• Isaiah 45:21b-22 Who told this long ago? Who declared it of old? Was it not I, the Lord? And there is no other god besides me, a righteous God and a Savior; there is none besides me. “Turn to me and be saved, all the ends of the earth! For I am God, and there is no other.


    5) God as the Sole Redeemer


    Notice in this last passage how God being the only ruler of creation means that he alone can save.  That’s another prominent theme in Isaiah.

    • Isaiah 54:5  For your Maker is your husband, the Lord of hosts is his name; and the Holy One of Israel is your Redeemer, the God of the whole earth he is called.
    • Isaiah 54:8  In overflowing anger for a moment I hid my face from you, but with everlasting love I will have compassion on you,” says the Lord, your Redeemer.


    God refers to himself repeatedly as the Holy One and the Redeemer of his people.


    6) The Remnant


    But who does God save? He doesn’t save everyone. Through the course of Isaiah, it becomes clear he means to save a remnant.

    • Isaiah 10:20-21  In that day the remnant of Israel and the survivors of the house of Jacob will no more lean on him who struck them, but will lean on the Lord, the Holy One of Israel, in truth. A remnant will return, the remnant of Jacob, to the mighty God.
    • See also Isaiah 28:5.


    What’s interesting, however, is that it becomes clear in chapters 56 to 59 that even the remnant still sin. They are not entirely holy before God. In fact, the true remnant appears to be a remnant of one:

    • In Isaiah’s call, Isaiah is told that God will bring destruction until everything is laid waste, everything, that is, except a “holy seed” (6:13). Who is that holy seed? Chapter 11 has the answer.
    • Isaiah 11:1-2  There shall come forth a shoot from the stump of Jesse, and a branch from his roots shall bear fruit. And the Spirit of the Lord shall rest upon him.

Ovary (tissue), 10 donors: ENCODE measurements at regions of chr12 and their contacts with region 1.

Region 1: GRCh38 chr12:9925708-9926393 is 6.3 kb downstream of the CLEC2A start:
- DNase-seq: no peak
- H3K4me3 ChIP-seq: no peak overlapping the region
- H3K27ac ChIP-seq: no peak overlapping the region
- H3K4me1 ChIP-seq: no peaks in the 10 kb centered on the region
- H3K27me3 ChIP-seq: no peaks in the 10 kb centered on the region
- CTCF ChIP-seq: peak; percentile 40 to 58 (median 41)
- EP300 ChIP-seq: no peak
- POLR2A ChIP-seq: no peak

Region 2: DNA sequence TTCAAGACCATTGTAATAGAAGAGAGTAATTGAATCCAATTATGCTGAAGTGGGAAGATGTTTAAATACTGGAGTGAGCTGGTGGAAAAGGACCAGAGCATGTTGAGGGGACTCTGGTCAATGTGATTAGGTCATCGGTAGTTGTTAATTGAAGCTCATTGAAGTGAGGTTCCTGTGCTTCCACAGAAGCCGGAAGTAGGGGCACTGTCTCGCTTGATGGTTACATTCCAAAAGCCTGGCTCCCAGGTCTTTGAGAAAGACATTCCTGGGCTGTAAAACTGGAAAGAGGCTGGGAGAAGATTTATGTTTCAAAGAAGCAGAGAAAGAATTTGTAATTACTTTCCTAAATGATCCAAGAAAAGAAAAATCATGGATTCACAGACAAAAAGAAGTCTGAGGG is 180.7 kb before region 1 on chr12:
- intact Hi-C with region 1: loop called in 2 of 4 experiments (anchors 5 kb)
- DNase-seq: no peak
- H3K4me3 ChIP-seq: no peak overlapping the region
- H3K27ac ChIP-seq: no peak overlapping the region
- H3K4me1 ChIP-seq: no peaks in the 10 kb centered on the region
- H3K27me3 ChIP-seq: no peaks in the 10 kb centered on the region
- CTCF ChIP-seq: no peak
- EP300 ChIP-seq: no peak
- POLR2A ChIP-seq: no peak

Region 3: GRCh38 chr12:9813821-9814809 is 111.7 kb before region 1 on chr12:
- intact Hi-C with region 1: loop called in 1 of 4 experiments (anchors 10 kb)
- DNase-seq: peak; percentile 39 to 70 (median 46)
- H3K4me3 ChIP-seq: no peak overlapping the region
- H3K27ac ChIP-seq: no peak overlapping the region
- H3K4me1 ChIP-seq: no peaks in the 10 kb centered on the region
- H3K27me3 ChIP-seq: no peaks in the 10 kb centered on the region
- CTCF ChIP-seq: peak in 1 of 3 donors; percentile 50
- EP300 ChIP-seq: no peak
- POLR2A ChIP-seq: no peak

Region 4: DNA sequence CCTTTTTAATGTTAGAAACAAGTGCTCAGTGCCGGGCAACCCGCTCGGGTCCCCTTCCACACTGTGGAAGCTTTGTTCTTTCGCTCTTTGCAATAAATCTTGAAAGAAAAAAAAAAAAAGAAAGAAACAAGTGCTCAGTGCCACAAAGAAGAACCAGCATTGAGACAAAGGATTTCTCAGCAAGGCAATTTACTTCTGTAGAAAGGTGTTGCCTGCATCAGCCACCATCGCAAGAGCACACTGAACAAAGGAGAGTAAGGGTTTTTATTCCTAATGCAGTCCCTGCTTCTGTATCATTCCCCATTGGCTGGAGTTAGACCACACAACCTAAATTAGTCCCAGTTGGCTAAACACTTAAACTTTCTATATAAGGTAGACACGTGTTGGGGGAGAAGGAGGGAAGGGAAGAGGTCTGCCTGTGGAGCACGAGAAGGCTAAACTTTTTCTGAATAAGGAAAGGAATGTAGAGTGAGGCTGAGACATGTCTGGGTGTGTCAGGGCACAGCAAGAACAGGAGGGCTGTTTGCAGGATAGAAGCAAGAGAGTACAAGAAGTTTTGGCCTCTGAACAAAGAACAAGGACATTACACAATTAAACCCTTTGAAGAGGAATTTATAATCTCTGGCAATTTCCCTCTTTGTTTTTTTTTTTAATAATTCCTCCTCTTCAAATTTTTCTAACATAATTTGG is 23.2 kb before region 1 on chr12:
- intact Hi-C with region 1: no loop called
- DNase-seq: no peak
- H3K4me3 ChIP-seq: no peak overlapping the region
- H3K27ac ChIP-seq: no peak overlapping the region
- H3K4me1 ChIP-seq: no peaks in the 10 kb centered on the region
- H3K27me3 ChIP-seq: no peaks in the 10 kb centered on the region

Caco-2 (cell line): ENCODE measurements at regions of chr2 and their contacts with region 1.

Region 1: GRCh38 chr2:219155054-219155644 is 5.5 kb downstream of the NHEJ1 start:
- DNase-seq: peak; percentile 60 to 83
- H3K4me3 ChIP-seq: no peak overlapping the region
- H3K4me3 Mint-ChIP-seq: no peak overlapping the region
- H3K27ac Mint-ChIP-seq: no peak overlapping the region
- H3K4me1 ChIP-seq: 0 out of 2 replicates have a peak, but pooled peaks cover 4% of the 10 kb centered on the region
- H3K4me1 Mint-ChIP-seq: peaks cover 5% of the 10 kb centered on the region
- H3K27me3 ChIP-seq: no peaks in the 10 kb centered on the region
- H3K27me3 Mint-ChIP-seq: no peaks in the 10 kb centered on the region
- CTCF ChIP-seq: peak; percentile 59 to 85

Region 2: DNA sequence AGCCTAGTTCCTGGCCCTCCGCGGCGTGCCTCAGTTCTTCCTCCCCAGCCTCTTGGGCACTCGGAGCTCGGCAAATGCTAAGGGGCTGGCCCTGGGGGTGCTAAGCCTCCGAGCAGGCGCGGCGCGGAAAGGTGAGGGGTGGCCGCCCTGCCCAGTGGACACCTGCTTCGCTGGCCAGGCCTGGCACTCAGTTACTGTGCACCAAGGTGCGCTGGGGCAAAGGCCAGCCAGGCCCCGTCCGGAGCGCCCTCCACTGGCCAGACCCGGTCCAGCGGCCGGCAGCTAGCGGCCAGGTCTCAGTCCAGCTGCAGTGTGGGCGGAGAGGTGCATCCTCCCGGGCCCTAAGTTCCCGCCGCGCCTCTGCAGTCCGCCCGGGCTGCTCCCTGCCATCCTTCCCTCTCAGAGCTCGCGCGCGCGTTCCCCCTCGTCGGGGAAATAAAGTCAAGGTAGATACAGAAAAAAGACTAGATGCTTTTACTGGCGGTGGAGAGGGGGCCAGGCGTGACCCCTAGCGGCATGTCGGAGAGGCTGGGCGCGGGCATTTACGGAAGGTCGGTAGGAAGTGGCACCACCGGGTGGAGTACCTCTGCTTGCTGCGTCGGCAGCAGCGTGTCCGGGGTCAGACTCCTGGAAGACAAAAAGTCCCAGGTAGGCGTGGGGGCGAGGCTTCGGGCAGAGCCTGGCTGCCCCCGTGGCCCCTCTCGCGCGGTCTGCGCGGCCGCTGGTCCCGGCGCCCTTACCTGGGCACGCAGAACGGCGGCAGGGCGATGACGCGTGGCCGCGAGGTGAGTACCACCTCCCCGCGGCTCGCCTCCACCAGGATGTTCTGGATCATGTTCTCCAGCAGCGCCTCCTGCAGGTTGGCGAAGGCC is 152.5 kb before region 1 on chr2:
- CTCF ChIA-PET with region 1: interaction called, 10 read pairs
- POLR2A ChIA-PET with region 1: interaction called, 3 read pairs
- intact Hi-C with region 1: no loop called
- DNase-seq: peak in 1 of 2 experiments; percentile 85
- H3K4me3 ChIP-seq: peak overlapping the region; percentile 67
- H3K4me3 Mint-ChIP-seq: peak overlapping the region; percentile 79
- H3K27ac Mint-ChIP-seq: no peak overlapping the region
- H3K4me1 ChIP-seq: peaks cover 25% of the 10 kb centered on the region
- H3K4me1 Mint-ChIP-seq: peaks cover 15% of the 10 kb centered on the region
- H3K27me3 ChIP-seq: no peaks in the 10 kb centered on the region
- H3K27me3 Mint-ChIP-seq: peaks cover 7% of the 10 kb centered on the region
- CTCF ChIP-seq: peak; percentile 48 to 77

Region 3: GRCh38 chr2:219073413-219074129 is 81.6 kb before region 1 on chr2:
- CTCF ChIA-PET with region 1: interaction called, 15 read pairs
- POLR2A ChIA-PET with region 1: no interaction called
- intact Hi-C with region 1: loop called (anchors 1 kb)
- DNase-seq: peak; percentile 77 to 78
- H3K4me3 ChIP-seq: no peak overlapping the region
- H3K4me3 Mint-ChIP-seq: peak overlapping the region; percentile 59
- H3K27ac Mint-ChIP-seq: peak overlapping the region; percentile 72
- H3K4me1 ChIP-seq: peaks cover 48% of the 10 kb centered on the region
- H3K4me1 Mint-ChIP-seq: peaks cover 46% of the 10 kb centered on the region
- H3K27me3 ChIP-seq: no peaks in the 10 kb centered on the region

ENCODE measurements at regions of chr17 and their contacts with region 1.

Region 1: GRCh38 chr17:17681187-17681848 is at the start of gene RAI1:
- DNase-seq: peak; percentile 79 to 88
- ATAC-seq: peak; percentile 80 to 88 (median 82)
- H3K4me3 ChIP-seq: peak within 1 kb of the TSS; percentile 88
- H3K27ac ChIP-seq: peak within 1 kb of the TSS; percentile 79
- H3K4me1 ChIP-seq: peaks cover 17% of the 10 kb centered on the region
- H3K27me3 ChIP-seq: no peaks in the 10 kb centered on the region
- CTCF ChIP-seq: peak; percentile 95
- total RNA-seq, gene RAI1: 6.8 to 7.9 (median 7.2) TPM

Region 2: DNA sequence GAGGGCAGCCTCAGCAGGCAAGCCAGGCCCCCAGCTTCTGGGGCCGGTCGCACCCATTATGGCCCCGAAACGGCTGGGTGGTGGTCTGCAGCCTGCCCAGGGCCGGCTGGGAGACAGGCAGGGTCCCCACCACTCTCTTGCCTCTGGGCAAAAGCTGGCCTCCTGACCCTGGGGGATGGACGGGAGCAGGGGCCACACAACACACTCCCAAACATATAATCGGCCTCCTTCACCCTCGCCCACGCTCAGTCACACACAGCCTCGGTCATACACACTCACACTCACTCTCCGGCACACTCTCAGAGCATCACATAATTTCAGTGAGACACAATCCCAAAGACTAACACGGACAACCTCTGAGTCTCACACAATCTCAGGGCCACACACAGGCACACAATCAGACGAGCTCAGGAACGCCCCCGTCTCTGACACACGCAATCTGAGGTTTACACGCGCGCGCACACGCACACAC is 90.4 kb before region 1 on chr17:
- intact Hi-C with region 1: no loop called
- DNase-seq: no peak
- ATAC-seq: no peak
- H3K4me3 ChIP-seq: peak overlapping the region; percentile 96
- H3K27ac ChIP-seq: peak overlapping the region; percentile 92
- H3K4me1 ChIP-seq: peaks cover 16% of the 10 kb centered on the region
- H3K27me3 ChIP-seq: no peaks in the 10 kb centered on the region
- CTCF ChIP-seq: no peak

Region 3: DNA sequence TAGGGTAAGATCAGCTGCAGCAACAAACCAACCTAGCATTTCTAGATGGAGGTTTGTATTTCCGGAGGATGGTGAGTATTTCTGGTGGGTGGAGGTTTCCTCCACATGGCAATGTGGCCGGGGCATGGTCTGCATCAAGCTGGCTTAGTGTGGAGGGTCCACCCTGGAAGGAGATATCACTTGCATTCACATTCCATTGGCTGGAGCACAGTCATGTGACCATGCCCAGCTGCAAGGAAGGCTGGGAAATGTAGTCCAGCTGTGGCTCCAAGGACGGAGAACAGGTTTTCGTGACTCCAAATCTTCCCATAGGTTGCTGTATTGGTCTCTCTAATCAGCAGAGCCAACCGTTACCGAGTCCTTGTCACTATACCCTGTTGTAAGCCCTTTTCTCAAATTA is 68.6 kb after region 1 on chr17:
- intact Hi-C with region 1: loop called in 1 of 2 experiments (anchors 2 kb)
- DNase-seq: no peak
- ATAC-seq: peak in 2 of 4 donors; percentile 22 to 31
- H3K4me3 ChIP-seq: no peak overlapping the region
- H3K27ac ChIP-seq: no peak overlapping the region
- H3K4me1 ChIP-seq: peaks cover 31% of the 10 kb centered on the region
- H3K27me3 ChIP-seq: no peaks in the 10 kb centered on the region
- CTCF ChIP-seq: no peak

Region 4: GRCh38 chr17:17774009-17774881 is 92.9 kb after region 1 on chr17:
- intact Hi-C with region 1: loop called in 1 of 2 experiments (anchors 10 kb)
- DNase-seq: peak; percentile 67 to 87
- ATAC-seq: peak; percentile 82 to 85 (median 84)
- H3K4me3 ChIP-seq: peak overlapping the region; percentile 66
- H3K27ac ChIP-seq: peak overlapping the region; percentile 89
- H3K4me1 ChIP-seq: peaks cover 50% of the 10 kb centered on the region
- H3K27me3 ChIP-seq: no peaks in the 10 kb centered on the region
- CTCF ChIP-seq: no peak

Who is it upon whom the Spirit will rest? We know from the first half of Isaiah, particularly chapters 9 and 11, that it’s a messianic and kingly figure. Then in the second half of Isaiah, we discover a little more…


    7) The Servant


    God’s Spirit will specially rest on one who is a servant. We learn about him in four songs:

    • Song 1: Isaiah 42:1  Behold my servant, whom I uphold, my chosen, in whom my soul delights;  I have put my Spirit upon him; he will bring forth justice to the nations.
    • Song 2: See Isaiah 49:1-6
    • Song 3: See Isaiah 50:4-9
    • Song 4: See Isaiah 52:13-53:12: Behold, my servant shall act wisely; he shall be high and lifted up,
    •     and shall be exalted. As many were astonished at you—his appearance was so marred, beyond human semblance, and his form beyond that of the children of mankind—so shall he sprinkle many nations; kings shall shut their mouths because of him….


    8) The Conqueror


    Remarkably, a few short chapters after Isaiah 53, we learn that God’s Spirit is going to rest not just on one who is this suffering servant, but on one who is a conqueror. Could this be the same individual? There are four conqueror songs: